Monday, 28 September 2009

Varium et mutabile semper femina*

I stomped off into town this afternoon, carrying a hormonal cloud of rage, unreasoneableness and general 'don't come near me'-ness,  despite the cheery hot and lazily low-slung sun, the delicious warmth accompanied by a gentle cool breeze (just to remind us that it is, after all, Autumn) as I had to get out of the house and pick up a couple of meaningless things, oh and chocolate, which could and should never be seen as pointless.
Anyhoots, whilst angrily skipping the load of crap my iPod in it's wisdom had decided I should listen to, I passed a local bookshop. Now this bookshop has fallen on hard times, which is a real shame because (she whispers so as not to upset her bosses) we need our bookshops, particularly our free-thinking independents. Certain elements were always a bit ramshackle, but that was part of its charm. It was pretty astounding the variety that they managed to shoehorn into such a small space. I never minded hunting for books in that place, but frequently had to bite my tongue when I couldn't find books that I personally deemed as 'classics'. (you would have thought, as a fellow bookseller, I'd have been more patient: Hell no!) Now, however, it is a shop preparing to die and getting its' affairs in order. The last pieces of stock are now alongside out of print/ end of stock items, uncorrected proofs, creased and yellow around the edges and an incredibly eclectic collection of second hand books. Despite this seemingly depressing end, what they have actually created is an amazing haven of the printed word. The sections still remain so its easy to rummage, but it is completely anti-ageist: brand new books sharing the same selling space as old duffers from the turn of the last century. And I found some gems that dispelled my foul mood quicker than you can say 'I really should start taking Evening Primrose again.' Look!

from left to right: Julia Cameron, 'The Right to Write' (publ: , Ronald Searle 'Back to the Slaughterhouse' (1951),  'Roget's Pocket Thesaurus' (1946, US ed)

'The Right to Write' is a book by the author of 'The Artist's Way', Julia Cameron, and according to the blurb, is about 'using writing to bring clarity and passion to the act of living.' Hmmm, sounds good - I like her thinking. I also liked the fact that it's broken up into teeny chapters that may help my easily-distracted brain to focus. I also loved this exercise, where the reader needs to list 50 things that they're proud of, and that in her example, 'My rapport with dogs' came higher than 'My relationship with my mother', although 'My pie crust' was an ever prouder moment! Genius! I may share my 50 things with you once I know you a little better.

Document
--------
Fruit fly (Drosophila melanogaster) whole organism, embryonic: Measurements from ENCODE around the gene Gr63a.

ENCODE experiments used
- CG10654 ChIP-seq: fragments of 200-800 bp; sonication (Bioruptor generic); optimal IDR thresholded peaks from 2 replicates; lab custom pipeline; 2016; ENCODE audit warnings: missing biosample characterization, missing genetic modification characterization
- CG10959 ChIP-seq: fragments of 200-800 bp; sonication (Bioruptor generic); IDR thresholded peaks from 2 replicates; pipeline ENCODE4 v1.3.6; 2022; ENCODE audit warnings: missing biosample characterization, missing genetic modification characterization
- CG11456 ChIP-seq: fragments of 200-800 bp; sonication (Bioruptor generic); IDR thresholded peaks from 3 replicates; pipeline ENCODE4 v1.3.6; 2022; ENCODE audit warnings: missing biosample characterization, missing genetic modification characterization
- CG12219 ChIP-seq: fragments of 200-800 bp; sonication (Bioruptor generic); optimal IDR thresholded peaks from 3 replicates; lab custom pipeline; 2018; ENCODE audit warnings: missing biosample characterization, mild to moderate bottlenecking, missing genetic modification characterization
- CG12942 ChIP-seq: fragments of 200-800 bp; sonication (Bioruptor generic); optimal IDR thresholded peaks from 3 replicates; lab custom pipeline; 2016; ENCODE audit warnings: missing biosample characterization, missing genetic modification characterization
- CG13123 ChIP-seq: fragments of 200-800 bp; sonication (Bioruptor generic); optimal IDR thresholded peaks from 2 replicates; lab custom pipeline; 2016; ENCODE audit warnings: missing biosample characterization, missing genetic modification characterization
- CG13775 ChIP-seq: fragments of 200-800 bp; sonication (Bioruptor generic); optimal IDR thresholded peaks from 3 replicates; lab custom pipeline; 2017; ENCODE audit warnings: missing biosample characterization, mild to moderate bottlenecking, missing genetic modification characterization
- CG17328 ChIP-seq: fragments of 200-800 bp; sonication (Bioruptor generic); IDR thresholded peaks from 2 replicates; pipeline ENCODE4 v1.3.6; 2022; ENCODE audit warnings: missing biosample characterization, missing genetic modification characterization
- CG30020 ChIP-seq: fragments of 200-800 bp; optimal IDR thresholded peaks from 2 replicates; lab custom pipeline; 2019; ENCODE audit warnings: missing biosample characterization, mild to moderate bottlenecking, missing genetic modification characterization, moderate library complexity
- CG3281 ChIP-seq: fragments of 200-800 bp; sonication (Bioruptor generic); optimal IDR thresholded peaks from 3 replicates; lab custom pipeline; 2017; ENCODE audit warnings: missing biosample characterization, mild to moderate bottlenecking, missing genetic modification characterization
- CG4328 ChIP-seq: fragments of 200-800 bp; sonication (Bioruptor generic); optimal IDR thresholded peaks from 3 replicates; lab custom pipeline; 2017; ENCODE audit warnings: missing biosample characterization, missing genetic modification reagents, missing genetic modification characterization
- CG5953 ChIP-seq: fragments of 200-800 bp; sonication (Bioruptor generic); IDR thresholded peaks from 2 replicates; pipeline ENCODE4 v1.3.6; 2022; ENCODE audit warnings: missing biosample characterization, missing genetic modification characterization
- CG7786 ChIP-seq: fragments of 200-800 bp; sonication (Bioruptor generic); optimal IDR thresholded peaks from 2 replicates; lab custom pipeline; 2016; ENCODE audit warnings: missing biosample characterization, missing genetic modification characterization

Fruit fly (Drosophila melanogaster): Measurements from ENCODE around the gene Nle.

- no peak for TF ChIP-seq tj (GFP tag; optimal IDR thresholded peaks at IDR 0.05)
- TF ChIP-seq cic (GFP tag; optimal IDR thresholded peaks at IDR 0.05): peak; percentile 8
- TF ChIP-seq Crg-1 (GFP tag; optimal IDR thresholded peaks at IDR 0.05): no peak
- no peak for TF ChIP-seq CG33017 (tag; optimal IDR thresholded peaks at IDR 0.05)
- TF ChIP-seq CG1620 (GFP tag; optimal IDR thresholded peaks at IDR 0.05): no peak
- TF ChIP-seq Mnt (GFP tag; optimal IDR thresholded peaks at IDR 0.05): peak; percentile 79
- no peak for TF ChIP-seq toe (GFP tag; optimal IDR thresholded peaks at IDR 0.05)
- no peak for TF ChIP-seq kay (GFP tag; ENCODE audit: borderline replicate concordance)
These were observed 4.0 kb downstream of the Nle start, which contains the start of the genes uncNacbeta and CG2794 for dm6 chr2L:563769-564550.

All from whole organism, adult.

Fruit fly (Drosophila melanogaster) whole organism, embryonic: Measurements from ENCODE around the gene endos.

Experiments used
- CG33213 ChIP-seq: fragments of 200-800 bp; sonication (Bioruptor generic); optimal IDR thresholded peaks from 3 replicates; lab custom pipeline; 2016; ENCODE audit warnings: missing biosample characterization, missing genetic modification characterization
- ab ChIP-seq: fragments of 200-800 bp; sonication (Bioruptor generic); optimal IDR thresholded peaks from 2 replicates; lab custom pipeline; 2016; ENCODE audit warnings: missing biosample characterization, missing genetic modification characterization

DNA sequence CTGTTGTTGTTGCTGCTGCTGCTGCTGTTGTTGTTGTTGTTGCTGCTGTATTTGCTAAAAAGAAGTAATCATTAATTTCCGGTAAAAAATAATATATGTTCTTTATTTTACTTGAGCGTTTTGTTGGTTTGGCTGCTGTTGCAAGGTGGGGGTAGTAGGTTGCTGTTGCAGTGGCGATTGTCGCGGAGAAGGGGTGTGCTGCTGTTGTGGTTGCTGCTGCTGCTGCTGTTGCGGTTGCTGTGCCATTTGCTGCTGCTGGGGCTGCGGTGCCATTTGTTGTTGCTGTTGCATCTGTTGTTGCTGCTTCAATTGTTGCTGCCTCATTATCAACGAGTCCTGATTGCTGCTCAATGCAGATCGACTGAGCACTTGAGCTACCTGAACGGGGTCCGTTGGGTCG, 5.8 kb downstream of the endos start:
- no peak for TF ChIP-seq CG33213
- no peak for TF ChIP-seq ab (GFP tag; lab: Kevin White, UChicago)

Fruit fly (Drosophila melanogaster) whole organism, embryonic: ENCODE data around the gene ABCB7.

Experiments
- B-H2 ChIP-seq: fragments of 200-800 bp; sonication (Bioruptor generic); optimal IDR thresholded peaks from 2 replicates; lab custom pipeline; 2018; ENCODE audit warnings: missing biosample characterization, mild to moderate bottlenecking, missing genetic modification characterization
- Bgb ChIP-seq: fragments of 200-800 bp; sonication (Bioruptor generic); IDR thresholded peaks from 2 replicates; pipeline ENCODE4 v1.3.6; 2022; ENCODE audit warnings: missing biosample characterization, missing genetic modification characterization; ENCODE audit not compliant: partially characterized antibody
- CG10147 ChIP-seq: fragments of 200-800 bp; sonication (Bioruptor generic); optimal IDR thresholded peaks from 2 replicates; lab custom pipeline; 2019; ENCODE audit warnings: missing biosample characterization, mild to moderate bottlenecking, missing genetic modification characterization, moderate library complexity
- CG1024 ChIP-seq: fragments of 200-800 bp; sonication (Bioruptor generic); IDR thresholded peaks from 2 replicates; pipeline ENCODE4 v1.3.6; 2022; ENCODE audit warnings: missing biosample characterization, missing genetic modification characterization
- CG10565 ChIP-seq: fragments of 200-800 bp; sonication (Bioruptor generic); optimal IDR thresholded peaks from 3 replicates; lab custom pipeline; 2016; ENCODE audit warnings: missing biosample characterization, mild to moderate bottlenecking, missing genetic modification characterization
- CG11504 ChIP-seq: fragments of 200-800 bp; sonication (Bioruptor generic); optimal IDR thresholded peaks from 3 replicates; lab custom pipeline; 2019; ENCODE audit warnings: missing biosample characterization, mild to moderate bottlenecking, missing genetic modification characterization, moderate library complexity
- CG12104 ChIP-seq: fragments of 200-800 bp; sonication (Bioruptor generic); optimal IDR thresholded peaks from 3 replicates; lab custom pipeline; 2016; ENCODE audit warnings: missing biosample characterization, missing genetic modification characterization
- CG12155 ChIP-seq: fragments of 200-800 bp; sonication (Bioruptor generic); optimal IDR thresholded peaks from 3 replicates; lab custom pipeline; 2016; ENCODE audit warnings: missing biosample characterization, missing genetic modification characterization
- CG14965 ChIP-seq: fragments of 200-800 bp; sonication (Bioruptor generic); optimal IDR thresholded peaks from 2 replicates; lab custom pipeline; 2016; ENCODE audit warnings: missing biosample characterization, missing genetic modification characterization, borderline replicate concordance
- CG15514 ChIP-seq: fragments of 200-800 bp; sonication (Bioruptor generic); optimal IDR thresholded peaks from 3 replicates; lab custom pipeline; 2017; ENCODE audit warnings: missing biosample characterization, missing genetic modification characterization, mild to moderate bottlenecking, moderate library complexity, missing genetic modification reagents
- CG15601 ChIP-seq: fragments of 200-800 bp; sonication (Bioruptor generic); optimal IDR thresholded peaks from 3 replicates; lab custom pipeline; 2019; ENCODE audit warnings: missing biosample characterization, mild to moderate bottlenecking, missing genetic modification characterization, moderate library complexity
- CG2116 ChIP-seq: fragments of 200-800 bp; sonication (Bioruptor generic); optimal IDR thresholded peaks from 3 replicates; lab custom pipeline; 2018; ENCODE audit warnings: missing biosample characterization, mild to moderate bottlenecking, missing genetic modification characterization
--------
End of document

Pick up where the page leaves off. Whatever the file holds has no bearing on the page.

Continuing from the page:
Next up is actually the first book that I found today. Some of you may remember  that I've mentioned Ronald Searle before and therefore know that I think he is utterly tremendous. (and it's not just me that thinks as thus: looky!) Perhaps with that knowledge elbamed in your brain, you may have an idea of the joy that was beholden to me when I saw, faced out on the second set of shelves, this:

You can find a selection of the pages here.
Its a wonderful book, containing enough pictures that I hadn't seen before to make it worth me popping in the shop in the first place.
I loved the back too, with a rather wonderful self-portrait:


And lo: how fab is it without its dustjacket!

Gotta love a gymslip!

I've recently been meaning to find a small thesaurus to pop in my bag, for those times when I just can't find either the right, or at least vaguely more interesting word. The God of the Bookshop heeded my call and sent, all the way from the U.S, and the distant past, a beautiful (beauteous, handsome; pretty: lovely, graceful, elegant, exquisite, delicate, dainty) Roget's Thesaurus (lexicon, glossary, vocabulary, wordbook:  bored yet?! I can keep this up for hours!) As it's from the US, I'll have to keep an eye on the spelling (orthography) but other than that, I think it'll prove to be quite an inspiration (stir up, infuse life into, quicken, sharpen, revive) Besides all that, I think in this instance, it is only right that I should judge a book by its' cover and the perfectly preserved endpapers:

593. BOOK.- N. book, booklet; writing, work, volume, tome, tract, treatise, brochure......

I also found, but didn't buy, a book on living in Hampstead from the 50's, worth it for the line on the cover saying that the book would be suitable in a guest room or coffee table (or was it 'occasional' table? Or bedside table?) I think more books should give suggestions as to where they would best be stored: "Keep in the fridge during breaks between reading", "Must not be read on an infant's swing", "Warning: will explode if exposed to synthetic upholstery" etc.

May you derive as much hormonal-balancing pleasure from your books as I have!

*Varium et mutabile semper femina - according to my new / old thesaurus, it means 'Woman is ever a changeful and capricious thing.' Amen.


Isabella Golightly said...

when I was a little tacker, my favourite books were "Down with skool" and the "Uncle" books which were illustrated by another great english talent, Quentin Blake. You've inspired me to go & find them at Abebooks now - wonderful memories!

Mary Elliott said...

Great blog LOL!-I too was in a hormonal rage this morning after getting soaked in the rain... Looking forward to following your next blogs!!!